I stood with my toes hanging over the edge of the Blyde River Canyon in South Africa, experiencing the thrill of a seven-hundred-foot drop.
Michael encircled my waist with his arm and whispered “Look up.” I wasn’t supposed to look down at my trembling knees. He wanted me to look up to experience the vista, appropriately named God’s Window. The expanse greeted us with the breathtaking landscape of Krueger National Park and a glimpse of the Mozambique border.
It was a spectacular moment, but I felt as if I was missing something. I needed to look down. And then I found it. A small green sign at shin level simply stated, Keep God’s Window Clean.
A pristine view of God—is that even possible? What muddies my vision of the unseen?
Unfortunately, I can have grimy fingers that smear God’s window, obscuring my vision, creating a view of Him that is more congruent with the human than the divine. Our Father is the Alpha and the Omega, the beginning and the end. His greatest desire is for a relationship with His children. And yet, we feel the need to question Him.
Fortunately, God never deserts the ones He loves. Even as I share my list of three questions, He waits for me on the other side with open arms of forgiveness, compassion, and unchanging love.
Getting Real with God Means It’s Okay To Ask…
I ask Him why. Hard things happen. How many times have I quietly whispered, “How can a good God let these things happen?” Then I usually take it to the next level. “Shouldn’t my faith protect me from the unexpected?” In a moment of crisis, it seems as if I put myself in solitary confinement, where the world revolves around me, and no one else seems to exist. I forget about the many believers who have gone before me, who have experienced their share of challenging circumstances, grief, and unexpected twists and turns—They asked God why, too.
David asked, “Oh, Lord, why do you hide yourself in times of trouble?” Psalm 10:1
Habbakuk asked, “Why do you make me look at injustice? Why do you tolerate wrongdoing? Habbakuk 1:3
Job asked, “Why have you made me your target?” Job 7:20
In each case, God gave them the answer that He was in command of the situation, as He understood things they couldn’t.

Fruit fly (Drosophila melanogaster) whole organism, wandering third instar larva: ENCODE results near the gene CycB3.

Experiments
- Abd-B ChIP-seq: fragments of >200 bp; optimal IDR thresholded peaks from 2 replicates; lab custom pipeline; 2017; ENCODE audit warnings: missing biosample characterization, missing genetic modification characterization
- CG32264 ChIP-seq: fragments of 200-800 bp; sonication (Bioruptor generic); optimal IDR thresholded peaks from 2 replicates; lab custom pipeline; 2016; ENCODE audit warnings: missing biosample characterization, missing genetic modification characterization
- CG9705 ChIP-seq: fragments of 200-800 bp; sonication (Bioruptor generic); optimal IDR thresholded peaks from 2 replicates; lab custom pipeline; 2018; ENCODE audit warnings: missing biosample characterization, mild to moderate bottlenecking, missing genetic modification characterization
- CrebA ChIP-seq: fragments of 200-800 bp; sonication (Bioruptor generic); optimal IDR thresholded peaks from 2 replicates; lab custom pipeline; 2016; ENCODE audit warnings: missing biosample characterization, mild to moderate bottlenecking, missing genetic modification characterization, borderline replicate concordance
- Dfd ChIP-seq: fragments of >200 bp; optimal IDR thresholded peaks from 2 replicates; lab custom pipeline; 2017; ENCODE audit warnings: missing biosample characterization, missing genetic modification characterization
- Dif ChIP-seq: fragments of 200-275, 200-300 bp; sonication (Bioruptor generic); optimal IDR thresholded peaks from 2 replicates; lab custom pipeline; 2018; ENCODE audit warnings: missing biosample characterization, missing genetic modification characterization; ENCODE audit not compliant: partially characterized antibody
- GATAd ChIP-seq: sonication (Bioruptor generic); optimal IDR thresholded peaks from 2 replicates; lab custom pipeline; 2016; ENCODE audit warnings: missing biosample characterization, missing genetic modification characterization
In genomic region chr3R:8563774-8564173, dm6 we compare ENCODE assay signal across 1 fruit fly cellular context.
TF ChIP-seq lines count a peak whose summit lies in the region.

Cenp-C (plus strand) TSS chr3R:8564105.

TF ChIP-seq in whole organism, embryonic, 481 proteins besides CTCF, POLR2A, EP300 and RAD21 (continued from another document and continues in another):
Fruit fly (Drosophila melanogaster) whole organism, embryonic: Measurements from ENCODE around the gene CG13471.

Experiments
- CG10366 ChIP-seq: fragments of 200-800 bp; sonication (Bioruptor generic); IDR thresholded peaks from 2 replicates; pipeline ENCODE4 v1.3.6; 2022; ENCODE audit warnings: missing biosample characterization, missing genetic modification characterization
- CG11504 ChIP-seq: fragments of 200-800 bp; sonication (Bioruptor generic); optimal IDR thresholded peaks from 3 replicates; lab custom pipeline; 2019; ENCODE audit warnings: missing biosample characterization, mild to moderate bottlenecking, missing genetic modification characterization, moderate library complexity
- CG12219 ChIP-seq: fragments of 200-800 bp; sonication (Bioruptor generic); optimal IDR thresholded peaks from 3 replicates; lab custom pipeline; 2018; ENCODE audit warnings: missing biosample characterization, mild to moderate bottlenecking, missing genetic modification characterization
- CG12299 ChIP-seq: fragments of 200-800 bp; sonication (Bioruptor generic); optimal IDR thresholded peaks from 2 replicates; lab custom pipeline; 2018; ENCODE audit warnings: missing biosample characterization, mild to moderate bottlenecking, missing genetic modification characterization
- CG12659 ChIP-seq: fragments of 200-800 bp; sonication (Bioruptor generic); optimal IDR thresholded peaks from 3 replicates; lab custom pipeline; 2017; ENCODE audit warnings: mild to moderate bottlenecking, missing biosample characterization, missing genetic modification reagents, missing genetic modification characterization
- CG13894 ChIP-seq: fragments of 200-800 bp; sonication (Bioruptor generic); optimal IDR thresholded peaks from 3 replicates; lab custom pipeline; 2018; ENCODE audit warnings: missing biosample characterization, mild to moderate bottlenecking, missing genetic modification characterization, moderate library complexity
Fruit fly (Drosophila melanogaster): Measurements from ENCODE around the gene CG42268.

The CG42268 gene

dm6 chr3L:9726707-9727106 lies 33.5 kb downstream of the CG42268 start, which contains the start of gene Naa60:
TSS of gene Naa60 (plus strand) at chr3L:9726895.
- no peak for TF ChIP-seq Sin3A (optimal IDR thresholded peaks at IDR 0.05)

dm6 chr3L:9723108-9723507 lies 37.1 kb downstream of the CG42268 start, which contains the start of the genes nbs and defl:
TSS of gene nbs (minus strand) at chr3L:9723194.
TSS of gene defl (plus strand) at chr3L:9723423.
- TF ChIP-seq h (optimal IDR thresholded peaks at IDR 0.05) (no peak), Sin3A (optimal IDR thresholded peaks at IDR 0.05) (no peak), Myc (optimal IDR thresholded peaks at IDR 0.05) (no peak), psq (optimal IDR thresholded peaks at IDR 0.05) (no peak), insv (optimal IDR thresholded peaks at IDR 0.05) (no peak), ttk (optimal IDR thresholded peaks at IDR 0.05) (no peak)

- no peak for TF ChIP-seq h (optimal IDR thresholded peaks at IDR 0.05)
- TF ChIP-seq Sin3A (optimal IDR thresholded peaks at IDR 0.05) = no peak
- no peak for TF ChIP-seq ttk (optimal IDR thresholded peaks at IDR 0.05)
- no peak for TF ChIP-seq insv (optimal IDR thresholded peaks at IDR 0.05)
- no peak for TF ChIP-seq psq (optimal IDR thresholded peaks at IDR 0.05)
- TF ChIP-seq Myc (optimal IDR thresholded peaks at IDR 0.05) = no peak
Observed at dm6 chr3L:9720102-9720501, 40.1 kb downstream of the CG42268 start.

He gives me my answers, too. Maybe I need to find a better question in order to experience a panorama, instead of a quick glimpse. My view changes when I replace my why with what is my lesson in this?
For example, when Michael had his heart attack, my why was replaced with God, what do you want me to learn? He answered I want you to change your priorities.
I ask Him to hurry. Time deadlines are a way for me to give God a large portion of my need for control as I hold on to one tiny piece of my false security blanket. If I have a deadline, a target, something to hold on to, I can make it. It feels like swimming in the deep end of the big kid’s pool, knowing I can grab the edge within three arm strokes. Finishing strong is easier than treading the waters of how much longer. But deadlines rarely cultivate deeper trust and reliance. I like working in terms of minutes, days, and weeks. God, who is outside of time, seems to work on a much slower timetable.
David waited to become king.
Elijah waited for rain.
Job waited for suffering to end.
In each case, God answered by using an expanded period to develop their character and mature their faith.
As my time drew to a close with my mom in her hospice room, I felt the tension between waiting and preparation for the season ahead.
My question of when was eventually replaced with how do you want me to wait? God answered I want you to remain in trust and hopeful expectation.
I ask Him what’s next. I worry. Even though I know in my heart that I can’t change an outcome, I get stressed. Ask my family. In most circumstances, I have a backup plan in case my backup plan fails. I fear the future. I live in fear that at any moment, something may happen that will shatter the life that I know, leaving me with a pile of broken glass. I doubt my ability to piece together the mosaic of the life I used to know. I want an existence that is under my control. And yet, God exerts His will, not mine.
Eve controlled her husband’s diet.
Sarah convinced Abram to have a baby with her maidservant, Hagar.
Martha controlled the details of the dinner party with Jesus.
In each case, God said, “I’ve got this.” Trust your Master and Maker, not yourself.
God reveals an utterly unobscured view of Himself when I surrender my future to Him. My destiny was secured on the cross. Eternity awaits as I no longer need to question what’s next—I simply fall to my knees and ask, Jesus – even for me? And God answers, “Even for you.”
If you could reach God on the phone, what would be your first question?
Where do you feel you have your most pristine view of God?
Prayer: Create in me a new, clean heart, O God, filled with clean thoughts and right desires. Don’t toss me aside, banished forever from your presence. Don’t take your Holy Spirit from me. Restore to me again the joy of your salvation, and make me willing to obey you. Amen (Psalm 51:10-12 TLB)